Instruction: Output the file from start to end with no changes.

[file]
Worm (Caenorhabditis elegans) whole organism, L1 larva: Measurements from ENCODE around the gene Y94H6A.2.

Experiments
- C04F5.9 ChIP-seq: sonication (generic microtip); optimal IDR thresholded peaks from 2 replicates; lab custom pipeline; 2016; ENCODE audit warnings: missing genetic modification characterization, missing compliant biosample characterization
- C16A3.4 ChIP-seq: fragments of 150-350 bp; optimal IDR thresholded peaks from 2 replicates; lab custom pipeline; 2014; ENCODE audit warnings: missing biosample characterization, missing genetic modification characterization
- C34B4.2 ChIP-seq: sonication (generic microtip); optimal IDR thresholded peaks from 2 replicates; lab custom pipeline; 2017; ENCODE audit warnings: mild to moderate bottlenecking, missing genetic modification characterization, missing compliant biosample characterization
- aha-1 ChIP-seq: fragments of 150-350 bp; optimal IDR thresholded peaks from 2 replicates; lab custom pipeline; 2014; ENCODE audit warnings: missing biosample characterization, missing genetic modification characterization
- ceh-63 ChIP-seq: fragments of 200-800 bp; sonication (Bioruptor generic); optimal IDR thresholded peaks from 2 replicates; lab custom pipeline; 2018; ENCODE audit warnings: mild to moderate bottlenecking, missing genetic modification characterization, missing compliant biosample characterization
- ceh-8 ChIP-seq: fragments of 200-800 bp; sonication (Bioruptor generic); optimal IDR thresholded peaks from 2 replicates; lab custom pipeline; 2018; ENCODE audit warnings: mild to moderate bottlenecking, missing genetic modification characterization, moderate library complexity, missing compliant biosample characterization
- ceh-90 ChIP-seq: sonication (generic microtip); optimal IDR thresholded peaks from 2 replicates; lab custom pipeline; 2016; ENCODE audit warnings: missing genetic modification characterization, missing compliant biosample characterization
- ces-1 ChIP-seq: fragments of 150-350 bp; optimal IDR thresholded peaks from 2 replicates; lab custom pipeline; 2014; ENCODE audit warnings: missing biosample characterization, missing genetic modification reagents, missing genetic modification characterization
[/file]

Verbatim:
Worm (Caenorhabditis elegans) whole organism, L1 larva: Measurements from ENCODE around the gene Y94H6A.2.

Experiments
- C04F5.9 ChIP-seq: sonication (generic microtip); optimal IDR thresholded peaks from 2 replicates; lab custom pipeline; 2016; ENCODE audit warnings: missing genetic modification characterization, missing compliant biosample characterization
- C16A3.4 ChIP-seq: fragments of 150-350 bp; optimal IDR thresholded peaks from 2 replicates; lab custom pipeline; 2014; ENCODE audit warnings: missing biosample characterization, missing genetic modification characterization
- C34B4.2 ChIP-seq: sonication (generic microtip); optimal IDR thresholded peaks from 2 replicates; lab custom pipeline; 2017; ENCODE audit warnings: mild to moderate bottlenecking, missing genetic modification characterization, missing compliant biosample characterization
- aha-1 ChIP-seq: fragments of 150-350 bp; optimal IDR thresholded peaks from 2 replicates; lab custom pipeline; 2014; ENCODE audit warnings: missing biosample characterization, missing genetic modification characterization
- ceh-63 ChIP-seq: fragments of 200-800 bp; sonication (Bioruptor generic); optimal IDR thresholded peaks from 2 replicates; lab custom pipeline; 2018; ENCODE audit warnings: mild to moderate bottlenecking, missing genetic modification characterization, missing compliant biosample characterization
- ceh-8 ChIP-seq: fragments of 200-800 bp; sonication (Bioruptor generic); optimal IDR thresholded peaks from 2 replicates; lab custom pipeline; 2018; ENCODE audit warnings: mild to moderate bottlenecking, missing genetic modification characterization, moderate library complexity, missing compliant biosample characterization
- ceh-90 ChIP-seq: sonication (generic microtip); optimal IDR thresholded peaks from 2 replicates; lab custom pipeline; 2016; ENCODE audit warnings: missing genetic modification characterization, missing compliant biosample characterization
- ces-1 ChIP-seq: fragments of 150-350 bp; optimal IDR thresholded peaks from 2 replicates; lab custom pipeline; 2014; ENCODE audit warnings: missing biosample characterization, missing genetic modification reagents, missing genetic modification characterization